Oswald’s mother was his first piano teacher. His first piano recital took place when he was around six or seven years old. Following his mother’s tutelage, he studied with Gabriel Giraudon before going to study in Europe. Planning to study with Hans von Bülow (1830–1894), Oswald instead opted for Florence where he entered the Istituto Moriani. There, he studied counterpoint, harmony and composition, and piano with Henry Ketten and Giuseppe Buonamici. At Buonamici’s house Oswald met Johannes Brahms and Franz Liszt; in 1886, the year of Liszt’s death, Oswald spent a few days with the great man in Florence, when they played some of their works for each other.
In 1881 Oswald married Laudomia Bombernard Gasperini, and the couple went on to have five children. He became well known in Italy, although he returned regularly to Brazil for concert tours—while there in 1889 he met Camille Saint-Saëns, who was impressed with the young composer, and together they performed the French composer’s Scherzo, Op 87, for two pianos. Back in Europe, Oswald was appointed to the diplomatic service—first in the Brazilian Consulate in Le Havre in 1900, and later in Genoa—but such bureaucratic work was not in his artistic veins.
In 1902 Oswald entered a composition competition sponsored by the French newspaper Le Figaro. From the 647 manuscript entries from Asia, Persia, Egypt, North and South America and Europe, Oswald’s piano piece Il neige unanimously won the first prize. The prestigious jury was led by Saint-Saëns and also included the composer Gabriel Fauré and the pianist Louis Diémer. In 1903 Oswald was named Director of the Instituto Nacional de Música (INM) in Rio de Janeiro, where he served until 1906. In 1904 he again met Saint-Saëns and performed a recital for two pianos, including the elder’s Africa Fantasy and Scherzo, in Rio de Janeiro, the city where Oswald would reside permanently from 1909 until his death. In 1909 Oswald performed his Piano Concerto at the INM under the baton of its director, Alberto Nepomuceno, soon assuming a teaching position there.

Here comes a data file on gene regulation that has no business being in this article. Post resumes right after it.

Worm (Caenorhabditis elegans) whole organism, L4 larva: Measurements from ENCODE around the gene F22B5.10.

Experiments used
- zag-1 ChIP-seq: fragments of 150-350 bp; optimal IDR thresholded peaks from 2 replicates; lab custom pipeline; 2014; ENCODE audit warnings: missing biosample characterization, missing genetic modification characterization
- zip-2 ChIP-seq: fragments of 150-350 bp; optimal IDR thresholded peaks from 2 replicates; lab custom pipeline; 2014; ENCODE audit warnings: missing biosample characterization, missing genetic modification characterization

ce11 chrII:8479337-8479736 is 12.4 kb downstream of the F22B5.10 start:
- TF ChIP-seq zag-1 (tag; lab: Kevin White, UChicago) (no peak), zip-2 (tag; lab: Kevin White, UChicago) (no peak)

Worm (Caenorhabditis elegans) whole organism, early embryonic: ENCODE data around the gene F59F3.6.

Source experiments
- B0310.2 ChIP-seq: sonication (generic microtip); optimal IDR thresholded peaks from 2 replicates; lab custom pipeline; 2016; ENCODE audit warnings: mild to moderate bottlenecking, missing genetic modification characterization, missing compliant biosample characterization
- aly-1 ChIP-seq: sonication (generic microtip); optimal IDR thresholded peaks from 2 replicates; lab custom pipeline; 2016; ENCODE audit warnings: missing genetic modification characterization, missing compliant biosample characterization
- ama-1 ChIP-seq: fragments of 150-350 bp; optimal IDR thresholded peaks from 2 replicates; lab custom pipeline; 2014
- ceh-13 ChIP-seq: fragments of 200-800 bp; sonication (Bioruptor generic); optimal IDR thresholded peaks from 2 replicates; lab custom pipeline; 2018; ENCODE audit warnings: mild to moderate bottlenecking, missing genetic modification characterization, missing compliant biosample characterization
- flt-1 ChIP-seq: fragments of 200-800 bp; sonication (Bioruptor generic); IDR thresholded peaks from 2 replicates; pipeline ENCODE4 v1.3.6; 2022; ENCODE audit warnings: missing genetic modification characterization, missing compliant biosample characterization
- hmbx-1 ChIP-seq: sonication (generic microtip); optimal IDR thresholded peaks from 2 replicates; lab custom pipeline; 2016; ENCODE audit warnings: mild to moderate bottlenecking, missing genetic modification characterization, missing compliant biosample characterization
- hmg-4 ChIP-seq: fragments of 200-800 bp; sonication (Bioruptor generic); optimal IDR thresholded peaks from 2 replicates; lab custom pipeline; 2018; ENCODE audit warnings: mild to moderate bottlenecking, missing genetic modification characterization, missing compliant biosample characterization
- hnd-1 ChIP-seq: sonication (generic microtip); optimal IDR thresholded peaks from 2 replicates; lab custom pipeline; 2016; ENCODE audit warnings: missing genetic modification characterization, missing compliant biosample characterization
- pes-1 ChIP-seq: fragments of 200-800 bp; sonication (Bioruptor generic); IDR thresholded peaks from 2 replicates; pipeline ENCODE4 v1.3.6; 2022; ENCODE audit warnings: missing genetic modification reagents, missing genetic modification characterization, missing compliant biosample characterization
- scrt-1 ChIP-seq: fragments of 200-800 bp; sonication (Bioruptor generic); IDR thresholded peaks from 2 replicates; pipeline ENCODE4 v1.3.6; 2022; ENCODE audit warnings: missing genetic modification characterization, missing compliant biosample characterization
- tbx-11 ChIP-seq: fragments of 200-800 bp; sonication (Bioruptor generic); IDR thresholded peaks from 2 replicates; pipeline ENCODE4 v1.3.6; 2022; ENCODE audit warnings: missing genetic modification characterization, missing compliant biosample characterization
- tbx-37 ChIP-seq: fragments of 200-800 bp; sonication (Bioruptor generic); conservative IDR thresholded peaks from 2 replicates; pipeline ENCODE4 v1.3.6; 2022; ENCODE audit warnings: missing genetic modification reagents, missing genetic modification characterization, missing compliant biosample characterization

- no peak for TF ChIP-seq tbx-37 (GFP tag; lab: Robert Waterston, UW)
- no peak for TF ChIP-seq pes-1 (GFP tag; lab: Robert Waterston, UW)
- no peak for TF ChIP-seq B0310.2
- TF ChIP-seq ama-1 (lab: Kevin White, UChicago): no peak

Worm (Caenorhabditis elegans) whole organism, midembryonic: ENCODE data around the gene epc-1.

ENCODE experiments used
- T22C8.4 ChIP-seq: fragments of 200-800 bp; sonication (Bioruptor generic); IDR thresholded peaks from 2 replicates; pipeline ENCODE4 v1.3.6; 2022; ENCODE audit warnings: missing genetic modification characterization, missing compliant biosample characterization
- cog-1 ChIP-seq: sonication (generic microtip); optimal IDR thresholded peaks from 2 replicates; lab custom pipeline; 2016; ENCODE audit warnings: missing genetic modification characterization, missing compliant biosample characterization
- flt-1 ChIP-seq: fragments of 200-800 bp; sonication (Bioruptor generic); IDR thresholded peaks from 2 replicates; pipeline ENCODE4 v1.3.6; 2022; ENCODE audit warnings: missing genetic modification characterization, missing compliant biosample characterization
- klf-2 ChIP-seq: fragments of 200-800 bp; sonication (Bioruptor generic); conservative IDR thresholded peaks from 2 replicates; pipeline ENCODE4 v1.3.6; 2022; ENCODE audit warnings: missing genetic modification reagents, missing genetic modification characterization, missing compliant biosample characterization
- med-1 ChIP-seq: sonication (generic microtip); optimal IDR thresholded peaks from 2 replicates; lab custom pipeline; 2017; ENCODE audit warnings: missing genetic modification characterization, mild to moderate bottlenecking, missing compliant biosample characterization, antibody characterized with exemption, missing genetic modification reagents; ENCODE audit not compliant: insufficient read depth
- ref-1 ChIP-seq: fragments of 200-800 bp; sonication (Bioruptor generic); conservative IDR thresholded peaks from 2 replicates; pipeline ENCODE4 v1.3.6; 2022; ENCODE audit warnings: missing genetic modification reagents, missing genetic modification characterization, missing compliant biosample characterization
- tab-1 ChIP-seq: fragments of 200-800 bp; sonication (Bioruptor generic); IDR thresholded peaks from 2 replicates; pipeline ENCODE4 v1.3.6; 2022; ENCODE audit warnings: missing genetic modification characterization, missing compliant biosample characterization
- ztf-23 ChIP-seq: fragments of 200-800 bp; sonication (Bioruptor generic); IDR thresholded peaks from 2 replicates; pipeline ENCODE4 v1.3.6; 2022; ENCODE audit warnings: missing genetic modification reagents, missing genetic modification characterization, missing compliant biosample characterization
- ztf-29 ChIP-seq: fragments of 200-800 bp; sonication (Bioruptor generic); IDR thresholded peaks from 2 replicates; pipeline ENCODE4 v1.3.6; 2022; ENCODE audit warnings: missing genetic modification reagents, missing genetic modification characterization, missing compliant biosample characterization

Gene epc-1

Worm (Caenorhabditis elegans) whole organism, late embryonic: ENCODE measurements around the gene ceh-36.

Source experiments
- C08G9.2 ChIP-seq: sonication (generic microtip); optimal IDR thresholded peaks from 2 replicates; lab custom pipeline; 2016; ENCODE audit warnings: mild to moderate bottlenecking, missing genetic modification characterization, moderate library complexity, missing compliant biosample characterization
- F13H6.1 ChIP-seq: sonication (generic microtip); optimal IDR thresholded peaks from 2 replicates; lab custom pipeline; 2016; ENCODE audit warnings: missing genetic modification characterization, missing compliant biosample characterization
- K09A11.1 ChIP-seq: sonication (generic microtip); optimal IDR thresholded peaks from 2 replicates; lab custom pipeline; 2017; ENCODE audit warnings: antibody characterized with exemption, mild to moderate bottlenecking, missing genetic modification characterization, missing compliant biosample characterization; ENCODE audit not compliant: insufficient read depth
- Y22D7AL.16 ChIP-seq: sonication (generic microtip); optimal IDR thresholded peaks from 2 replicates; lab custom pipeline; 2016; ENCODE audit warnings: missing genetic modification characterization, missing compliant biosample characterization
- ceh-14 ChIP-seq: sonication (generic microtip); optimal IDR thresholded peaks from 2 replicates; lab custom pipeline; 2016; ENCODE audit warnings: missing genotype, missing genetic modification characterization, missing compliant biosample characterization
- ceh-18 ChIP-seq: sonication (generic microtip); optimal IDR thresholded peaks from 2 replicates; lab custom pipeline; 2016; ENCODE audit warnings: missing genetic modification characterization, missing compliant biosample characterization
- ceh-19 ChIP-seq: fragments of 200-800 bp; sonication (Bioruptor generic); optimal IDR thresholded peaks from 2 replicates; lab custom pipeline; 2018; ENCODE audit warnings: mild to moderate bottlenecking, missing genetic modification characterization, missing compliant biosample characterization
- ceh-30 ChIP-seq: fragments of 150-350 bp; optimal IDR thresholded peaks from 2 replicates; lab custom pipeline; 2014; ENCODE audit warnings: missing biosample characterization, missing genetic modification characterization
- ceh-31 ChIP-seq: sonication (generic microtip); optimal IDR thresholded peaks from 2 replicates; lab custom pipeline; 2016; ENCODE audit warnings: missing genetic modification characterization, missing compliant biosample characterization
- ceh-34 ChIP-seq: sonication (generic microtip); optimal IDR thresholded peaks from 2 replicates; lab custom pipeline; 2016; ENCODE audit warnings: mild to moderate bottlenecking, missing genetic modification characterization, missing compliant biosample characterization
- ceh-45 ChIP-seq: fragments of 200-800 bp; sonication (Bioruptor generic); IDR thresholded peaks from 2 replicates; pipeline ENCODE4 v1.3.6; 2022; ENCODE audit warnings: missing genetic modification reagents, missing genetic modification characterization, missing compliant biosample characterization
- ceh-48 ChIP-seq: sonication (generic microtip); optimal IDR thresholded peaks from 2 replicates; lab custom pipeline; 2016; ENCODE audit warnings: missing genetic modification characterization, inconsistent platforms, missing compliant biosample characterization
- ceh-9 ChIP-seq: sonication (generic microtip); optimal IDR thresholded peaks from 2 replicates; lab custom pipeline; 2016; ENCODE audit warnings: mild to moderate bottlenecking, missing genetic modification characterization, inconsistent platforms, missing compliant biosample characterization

Oswald came into contact with the leading musicians of the day who were in Brazil, including Darius Milhaud, who was a frequent visitor to his home. Only later in life did Oswald use Brazilian elements in some of his works, although many of his students, such as Lorenzo Fernández, became associated with the nationalistic wave. Oswald’s final phase was devoted to religious compositions, as a result of his son Alfredo—a pianist who promoted his father’s music and a professor at Peabody Conservatory—taking religious orders. Henrique Oswald died on 9 June 1931, shortly after two concerts of his music were given at the Theatro Municipal do Rio de Janeiro.
It has been said that Oswald wrote ‘the most refined piano music in the history of Brazilian music’, and the pianist Artur Rubinstein called him ‘the Brazilian Gabriel Fauré’, although Oswald’s music lost favour after the ‘Semana de Arte Moderna’ (Modern Art Week) in São Paulo in 1922, which marked the start of Brazilian modernism as a creative force and brought with it a preference for nationalistic music. Nevertheless, Oswald continued to compose music in all genres. French elements strongly permeate his work, although an occasional Russian or Brazilian flavour, as in his Symphony, Op 43, can be heard. He admired the contemporary works of Vladimir Rebikov, with his use of atonality, rich harmonies and unusual rhythms. Oswald received three important recognitions in Europe: the Médaille du roi Albert (Belgium, 1920), Palmes académiques (France, 1928), and Chevalier de la Légion d’Honneur (France, 1931).
from notes by Nancy Lee Harper © 2014